The technique employed by this task to generate report output is quite common in the .NET programming arena. Report Server Web Service endpoints are used for managing objects on the report server and execution of reports using reporting service. ReportService2005 / ReportService2006 Endpoint is used for managing objects on the report server, and ReportExecution2005 Endpoint is used for execution of reports.

This component collects all the data from the options selected by the user, and sets it's properties. Value of these properties are in turn passed on to the object of ReportService2005 Endpoint. Finally this object is passed as a parameter to ReportExecution2005 Endpoint and the report is generated programatically using the WebService.

Those who are novice to the concept of webservice and end-points in the context of reporting services, start from this link to learn about the same. After the same, the next step can be to learn more about Report Server Web Service end-points and how to create a client for the same. Finally once you master the same, the source code of this task is the final lesson to learn the best way to implement it. The source code of this task is available for download on codeplex.

Free Tool to synchronize files and folders

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SyncToy 2.1 is a free application that synchronizes files and folders between locations. Typical uses include sharing files, with other computers and creating backup copies of files and folders.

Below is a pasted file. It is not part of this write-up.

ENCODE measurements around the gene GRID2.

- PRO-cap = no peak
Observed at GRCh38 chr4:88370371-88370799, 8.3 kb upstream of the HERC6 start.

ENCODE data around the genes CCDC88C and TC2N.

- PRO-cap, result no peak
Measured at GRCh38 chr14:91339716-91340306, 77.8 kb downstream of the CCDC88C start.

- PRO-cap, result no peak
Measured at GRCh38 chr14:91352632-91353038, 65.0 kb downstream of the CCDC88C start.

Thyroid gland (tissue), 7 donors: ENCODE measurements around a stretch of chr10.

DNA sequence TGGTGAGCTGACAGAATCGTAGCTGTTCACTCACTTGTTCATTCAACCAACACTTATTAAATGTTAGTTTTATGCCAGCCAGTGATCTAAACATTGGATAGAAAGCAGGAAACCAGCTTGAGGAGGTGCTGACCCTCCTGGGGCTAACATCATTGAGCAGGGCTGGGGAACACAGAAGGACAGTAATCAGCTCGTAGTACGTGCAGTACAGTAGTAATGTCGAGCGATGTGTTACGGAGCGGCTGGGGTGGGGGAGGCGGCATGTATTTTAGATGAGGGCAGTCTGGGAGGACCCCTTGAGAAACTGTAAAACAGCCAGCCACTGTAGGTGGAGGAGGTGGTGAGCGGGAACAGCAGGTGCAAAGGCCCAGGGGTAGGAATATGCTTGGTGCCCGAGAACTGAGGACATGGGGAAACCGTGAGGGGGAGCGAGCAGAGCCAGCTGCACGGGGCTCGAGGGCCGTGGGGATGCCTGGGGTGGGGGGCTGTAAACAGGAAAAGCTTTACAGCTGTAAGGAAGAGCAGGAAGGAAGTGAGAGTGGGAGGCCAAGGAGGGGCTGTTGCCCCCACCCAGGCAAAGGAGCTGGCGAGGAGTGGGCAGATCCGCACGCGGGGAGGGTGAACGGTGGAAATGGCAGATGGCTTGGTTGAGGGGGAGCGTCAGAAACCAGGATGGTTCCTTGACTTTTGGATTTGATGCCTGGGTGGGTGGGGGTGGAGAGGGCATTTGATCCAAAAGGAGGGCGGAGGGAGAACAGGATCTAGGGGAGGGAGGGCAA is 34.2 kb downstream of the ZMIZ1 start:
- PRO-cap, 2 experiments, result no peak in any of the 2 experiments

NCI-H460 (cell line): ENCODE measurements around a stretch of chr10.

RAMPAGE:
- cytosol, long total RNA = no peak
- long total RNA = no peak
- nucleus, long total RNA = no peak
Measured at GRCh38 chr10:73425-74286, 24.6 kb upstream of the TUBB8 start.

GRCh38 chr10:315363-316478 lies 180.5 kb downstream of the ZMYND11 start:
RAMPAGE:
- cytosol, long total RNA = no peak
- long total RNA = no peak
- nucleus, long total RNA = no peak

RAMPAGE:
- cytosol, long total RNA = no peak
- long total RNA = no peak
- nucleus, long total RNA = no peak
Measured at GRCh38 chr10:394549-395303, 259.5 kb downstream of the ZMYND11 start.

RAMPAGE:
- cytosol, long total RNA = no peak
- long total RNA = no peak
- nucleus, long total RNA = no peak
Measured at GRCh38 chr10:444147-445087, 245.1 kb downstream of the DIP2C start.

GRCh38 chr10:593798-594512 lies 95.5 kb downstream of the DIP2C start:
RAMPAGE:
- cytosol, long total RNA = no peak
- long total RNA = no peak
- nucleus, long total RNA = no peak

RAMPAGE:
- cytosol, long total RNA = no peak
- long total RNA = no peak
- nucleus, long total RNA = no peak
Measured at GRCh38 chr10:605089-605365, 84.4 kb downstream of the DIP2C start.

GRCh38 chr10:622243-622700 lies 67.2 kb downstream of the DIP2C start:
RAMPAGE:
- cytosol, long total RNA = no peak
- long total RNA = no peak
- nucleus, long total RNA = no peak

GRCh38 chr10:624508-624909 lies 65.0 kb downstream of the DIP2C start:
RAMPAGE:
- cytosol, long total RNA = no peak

In project environments, where data feeds are received in the form of files, in a development environment such tools are quite helpful. Also for general content management, having one such tool which is also FREE is a big boon. Below in an excerpt from the download page:

In some cases it is necessary to regularly get copies of files from another location to add to primary location; in other cases there is a need to keep two storage locations exactly in sync. Some users manage files manually, dragging and dropping from one place to another and keeping track of whether the locations are synchronized in their heads. Other users may use two or more applications to provide this functionality.

Now there is an easier way. SyncToy, a free PowerToy for Microsoft Windows, is an easy to use, highly customizable program that helps users to do the heavy lifting involved with the copying, moving, and synchronization of different directories. Most common operations can be performed with just a few clicks of the mouse, and additional customization is available without additional complexity. SyncToy can manage multiple sets of folders at the same time; it can combine files from two folders in one case, and mimic renames and deletes in another case. Unlike other applications, SyncToy actually keeps track of renames to files and will make sure those changes get carried over to the synchronized folder.

Monday, November 09, 2009

New Features in Performancepoint Services 2010 , Difference between Performancepoint Server 2007 and Performancepoint Services 2010

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I worked on a Performancepoint last year for one of the end-to-end cycle of BI Implementation using the Monitoring and Analytics Module. There were quite a lot of shortcoming and it seemed very apparently like an incomplete product, released in a hurry.